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Alan Jacobs on Deathly Hallows (and more)

August 28, 2007

Via John Granger

Alan Jacobs have written a review/article about Deathly Hallows; The Youngest Brother’s Tale, where he writes some pretty insightful thing about the Harry Potter series. But I feel that he is wrong on at least two important accounts. Let me quote:

The key theme of the whole series is the opposition of death and love: the devastation wrought by those whose fear of death causes them to shun love as a weakness, and, in contrast, the rich rewards in store for those who will not allow the fear of death to block love, who know that love risks all for the beloved. Preceding the events of the first book are the sacrificial deaths of James Potter, in a vain attempt to save his wife and son, and of Lily Potter, in an equally vain attempt to save Harry. In the fourth book of the series the deaths resume: Cedric Diggory in that one, Sirius Black in the next, Albus Dumbledore in the sixth. In this final installment the named dead exceed a dozen, and many more remain unnamed. Among those whom Harry knows and cares for, all of them, in this book and in the previous ones, die for someone they love, or for something they believe in. (…)

Many readers have already exclaimed that Harry’s final quest marks him as a clear Christ figure. This is wrong, seriously wrong, and I think J. K. Rowling goes out of her way to tell us so. People (characters in the books as well as readers) think that Harry is a unique person of unique power, but at a dozen points in the series we are clearly shown that he is not: he is called the Chosen One, but he is chosen by Voldemort, and Dumbledore emphasizes to Harry the sheer contingency of this choice. The work of the Cross is done by Christ alone; Harry always has help. (It’s worth emphasizing that while each of the Horcruxes is destroyed, each is destroyed by a different person.) At his moment of agony Christ was abandoned; at the end of his quest Harry is supported and comforted. As my friend Jay Wood has noted, if Harry resembles a biblical figure it is not Christ but rather Stephen the Protomartyr. But the comparisons with Stephen are limited too: for a more precise analogue, I encourage you to rummage through your children’s books until you find an old copy of The Tales of Beedle the Bard. Surely you have one. Read the story of the Three Brothers, and pay particular attention to the youngest. You’d be surprised what you could learn.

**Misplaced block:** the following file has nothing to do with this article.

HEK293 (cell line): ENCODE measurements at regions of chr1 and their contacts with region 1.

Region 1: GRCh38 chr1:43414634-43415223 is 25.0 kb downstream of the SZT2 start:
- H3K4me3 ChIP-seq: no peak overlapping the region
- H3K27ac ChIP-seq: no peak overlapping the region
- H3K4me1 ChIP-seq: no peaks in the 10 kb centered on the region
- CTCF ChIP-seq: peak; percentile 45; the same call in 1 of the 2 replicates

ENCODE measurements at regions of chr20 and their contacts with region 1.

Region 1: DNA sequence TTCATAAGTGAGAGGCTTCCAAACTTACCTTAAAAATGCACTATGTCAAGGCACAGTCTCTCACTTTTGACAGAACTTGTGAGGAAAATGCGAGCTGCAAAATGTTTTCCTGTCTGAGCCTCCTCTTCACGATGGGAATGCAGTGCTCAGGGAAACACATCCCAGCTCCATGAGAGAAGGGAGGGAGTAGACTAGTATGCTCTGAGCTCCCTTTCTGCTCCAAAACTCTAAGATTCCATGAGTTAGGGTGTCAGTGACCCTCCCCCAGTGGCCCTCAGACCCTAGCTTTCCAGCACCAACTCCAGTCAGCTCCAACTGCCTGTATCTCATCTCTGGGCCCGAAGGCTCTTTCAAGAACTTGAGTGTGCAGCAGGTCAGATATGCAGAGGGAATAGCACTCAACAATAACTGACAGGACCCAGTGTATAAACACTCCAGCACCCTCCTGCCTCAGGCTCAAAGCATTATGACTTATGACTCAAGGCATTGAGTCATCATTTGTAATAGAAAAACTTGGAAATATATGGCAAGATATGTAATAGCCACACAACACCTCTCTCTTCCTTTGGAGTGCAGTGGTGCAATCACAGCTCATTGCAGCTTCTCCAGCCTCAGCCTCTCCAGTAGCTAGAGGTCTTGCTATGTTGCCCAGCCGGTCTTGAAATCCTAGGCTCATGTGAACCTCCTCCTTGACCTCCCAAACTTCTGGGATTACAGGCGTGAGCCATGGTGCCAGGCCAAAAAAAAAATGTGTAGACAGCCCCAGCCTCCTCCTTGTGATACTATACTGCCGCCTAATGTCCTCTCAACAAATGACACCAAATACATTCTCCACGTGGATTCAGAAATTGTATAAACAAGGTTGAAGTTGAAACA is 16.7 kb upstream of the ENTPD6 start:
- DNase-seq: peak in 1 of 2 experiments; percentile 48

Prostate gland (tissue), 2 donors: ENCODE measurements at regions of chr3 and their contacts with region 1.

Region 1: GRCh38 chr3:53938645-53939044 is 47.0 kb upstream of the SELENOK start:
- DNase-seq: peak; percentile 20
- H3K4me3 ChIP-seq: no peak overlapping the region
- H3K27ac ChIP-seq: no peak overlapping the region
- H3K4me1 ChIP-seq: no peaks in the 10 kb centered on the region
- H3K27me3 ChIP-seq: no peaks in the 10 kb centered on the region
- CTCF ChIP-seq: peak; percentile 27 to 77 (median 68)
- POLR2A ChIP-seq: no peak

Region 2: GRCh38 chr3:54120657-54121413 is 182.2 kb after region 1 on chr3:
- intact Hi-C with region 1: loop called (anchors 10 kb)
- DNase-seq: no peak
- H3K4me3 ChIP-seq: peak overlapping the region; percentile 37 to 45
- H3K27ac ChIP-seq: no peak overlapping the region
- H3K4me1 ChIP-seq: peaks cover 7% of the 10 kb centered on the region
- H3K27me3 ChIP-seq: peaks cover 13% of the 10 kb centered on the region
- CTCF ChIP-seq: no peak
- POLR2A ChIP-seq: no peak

I would not say that Lily Potter’s attempt to save Harry was in vain. Firstly it did in fact work, he didn’t die. Secondly, I feel that it’s wrong to call sacrificial love “vain.” But this might be a “slip of the keyboard,” as one of the commentators over at HogPro put it. It may be that he only meant that she died in the process, and that Voldemort didn’t grant her dying wish. But it was a very weird sentence indeed.

I firmly believe that Harry is a Christ figure, but he isn’t a new Aslan. He is more of a Frodo, a Sam or an Aragorn — characters who resemble Christ in different ways. And just as The Lord of the Rings has it share of Christ figures, so does the Harry Potter books; Lily, James, Hagrid, Dumbledore, Harry, Ron, etc., etc. It is also worth noting that a Christ figure isn’t the same as a Christ allegory, and that a Christ figure is often more of a Christian. John Granger points out that he has, since 2002, said that “Harry is a Christian Everyman, from his name to his status as seeker, which in no way diminishes the edifying and symbolic meaning of his serial near deaths and faux resurrections, not to mention his sacrificial death and victory in Deathly Hallows.”